Strategy 7: Verify that defects are actually fixed

Re-review before submitting the changes!

Note: The next three items mentioned in the paper relate to the social pitfalls of peer review. You can find more information on the social aspects of peer review here.

Strategy 8: Managers must foster a good code review culture in which finding defects is viewed positively.

Code review can do more for true team building than almost any other technique we’ve seen – but only if managers promote it at a means for learning, growing, and communication. It’s easy to see defects as a bad thing – after all they are mistakes in the code – but fostering a negative attitude towards defects found can sour a whole team, not to mention sabotage the bug-finding process.

Managers must promote the viewpoint that defects are positive. After all, each one is an opportunity to improve the code, and the goal of the bug review process is to make the code as good as possible. Every defect found and fixed in peer review is a defect a customer never saw, another problem QA didn’t have to spend time tracking down.

Teams should maintain the attitude that finding defects means the author and reviewer have successfully worked as a team to jointly improve the product. It’s not a case of “the author made a defect and the review found it.” It’s more like a very efficient form of pair-programming.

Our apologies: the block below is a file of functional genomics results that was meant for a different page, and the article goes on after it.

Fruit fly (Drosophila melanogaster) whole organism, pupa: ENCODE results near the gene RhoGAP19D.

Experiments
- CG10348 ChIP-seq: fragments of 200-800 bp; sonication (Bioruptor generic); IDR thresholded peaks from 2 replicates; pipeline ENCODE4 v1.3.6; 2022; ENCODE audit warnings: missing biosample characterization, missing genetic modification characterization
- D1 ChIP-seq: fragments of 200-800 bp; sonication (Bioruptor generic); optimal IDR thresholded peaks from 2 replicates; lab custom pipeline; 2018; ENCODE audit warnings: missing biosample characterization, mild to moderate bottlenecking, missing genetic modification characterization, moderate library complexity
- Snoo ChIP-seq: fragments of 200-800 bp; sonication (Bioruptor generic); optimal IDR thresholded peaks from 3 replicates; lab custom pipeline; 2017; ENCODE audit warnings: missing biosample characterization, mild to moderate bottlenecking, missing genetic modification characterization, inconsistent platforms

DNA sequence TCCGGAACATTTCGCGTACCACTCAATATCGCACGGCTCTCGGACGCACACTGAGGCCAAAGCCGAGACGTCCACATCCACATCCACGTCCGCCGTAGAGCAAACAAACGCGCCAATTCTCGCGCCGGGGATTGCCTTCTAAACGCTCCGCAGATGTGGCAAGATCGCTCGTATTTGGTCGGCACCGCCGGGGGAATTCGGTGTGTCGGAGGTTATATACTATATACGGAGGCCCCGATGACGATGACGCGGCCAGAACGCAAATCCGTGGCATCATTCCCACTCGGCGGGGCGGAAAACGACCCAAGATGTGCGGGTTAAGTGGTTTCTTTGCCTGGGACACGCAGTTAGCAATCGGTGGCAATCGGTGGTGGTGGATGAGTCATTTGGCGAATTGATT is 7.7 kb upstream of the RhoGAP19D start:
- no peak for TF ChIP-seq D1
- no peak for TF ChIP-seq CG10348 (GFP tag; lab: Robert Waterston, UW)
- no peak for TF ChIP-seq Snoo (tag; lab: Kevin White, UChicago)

Strategy 9: Beware the "big brother" effect

Metrics should be used to measure the efficiency of the process or the effect of a process change. Remember that often the most difficult code is handled by your most experienced developers; this code in turn is more likely to be more prone to error – as well as reviewed heavily (and thus have more defects found). So large numbers of defects are often more attributable to the complexity and risk of a piece of code than to the author’s abilities.

If metrics do help a manager uncover an issue, singling someone out is likely to cause more problems than it solves. We recommend that managers instead deal with any issues by addressing the group as a whole. It’s best not to call a special meeting for this purpose, or developers may feel uneasy because it looks like there’s a problem. Instead, they should just roll it into a weekly status meeting or other normal procedure.